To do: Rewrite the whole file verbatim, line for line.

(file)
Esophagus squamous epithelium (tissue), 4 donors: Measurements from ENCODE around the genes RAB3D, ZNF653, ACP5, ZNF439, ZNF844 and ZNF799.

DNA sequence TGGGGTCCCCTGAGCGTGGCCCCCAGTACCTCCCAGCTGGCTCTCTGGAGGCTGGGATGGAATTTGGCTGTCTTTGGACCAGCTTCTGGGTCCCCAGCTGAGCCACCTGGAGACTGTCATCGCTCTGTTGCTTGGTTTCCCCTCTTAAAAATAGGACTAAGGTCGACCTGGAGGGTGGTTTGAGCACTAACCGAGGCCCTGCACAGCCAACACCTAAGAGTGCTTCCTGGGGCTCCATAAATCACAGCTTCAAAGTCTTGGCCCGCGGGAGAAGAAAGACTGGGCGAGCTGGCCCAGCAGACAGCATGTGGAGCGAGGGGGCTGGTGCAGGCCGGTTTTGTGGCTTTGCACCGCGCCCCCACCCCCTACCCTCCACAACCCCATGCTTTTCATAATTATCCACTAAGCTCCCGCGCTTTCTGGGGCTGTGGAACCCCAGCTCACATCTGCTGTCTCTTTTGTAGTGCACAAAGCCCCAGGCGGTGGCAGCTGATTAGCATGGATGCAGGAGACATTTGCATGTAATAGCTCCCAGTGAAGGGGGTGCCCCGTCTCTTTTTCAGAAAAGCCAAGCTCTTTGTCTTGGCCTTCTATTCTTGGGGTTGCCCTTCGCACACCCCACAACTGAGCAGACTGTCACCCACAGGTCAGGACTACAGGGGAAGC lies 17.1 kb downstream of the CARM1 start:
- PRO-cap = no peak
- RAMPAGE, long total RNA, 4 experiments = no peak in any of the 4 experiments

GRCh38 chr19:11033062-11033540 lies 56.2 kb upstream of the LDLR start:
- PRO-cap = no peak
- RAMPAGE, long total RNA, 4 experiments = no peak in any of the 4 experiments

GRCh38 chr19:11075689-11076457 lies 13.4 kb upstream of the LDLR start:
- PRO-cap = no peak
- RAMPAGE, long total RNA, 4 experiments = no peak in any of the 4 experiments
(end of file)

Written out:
Esophagus squamous epithelium (tissue), 4 donors: Measurements from ENCODE around the genes RAB3D, ZNF653, ACP5, ZNF439, ZNF844 and ZNF799.

DNA sequence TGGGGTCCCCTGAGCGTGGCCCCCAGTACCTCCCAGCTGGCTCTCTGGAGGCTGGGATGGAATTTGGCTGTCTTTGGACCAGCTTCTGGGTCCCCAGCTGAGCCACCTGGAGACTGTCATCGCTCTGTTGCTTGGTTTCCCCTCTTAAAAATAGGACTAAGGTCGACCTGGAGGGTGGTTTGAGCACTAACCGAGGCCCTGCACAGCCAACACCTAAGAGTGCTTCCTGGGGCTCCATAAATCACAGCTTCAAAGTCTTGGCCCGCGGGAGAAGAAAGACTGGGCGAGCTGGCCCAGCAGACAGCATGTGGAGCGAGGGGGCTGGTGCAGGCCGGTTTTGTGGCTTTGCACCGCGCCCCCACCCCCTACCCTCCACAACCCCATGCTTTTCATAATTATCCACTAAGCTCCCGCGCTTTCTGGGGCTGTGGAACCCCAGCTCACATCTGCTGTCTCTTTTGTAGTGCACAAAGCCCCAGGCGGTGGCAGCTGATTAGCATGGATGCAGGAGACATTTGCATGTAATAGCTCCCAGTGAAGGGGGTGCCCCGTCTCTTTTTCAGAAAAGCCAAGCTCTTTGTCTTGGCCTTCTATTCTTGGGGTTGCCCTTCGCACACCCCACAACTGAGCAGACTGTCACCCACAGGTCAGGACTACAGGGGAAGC lies 17.1 kb downstream of the CARM1 start:
- PRO-cap = no peak
- RAMPAGE, long total RNA, 4 experiments = no peak in any of the 4 experiments

GRCh38 chr19:11033062-11033540 lies 56.2 kb upstream of the LDLR start:
- PRO-cap = no peak
- RAMPAGE, long total RNA, 4 experiments = no peak in any of the 4 experiments

GRCh38 chr19:11075689-11076457 lies 13.4 kb upstream of the LDLR start:
- PRO-cap = no peak
- RAMPAGE, long total RNA, 4 experiments = no peak in any of the 4 experiments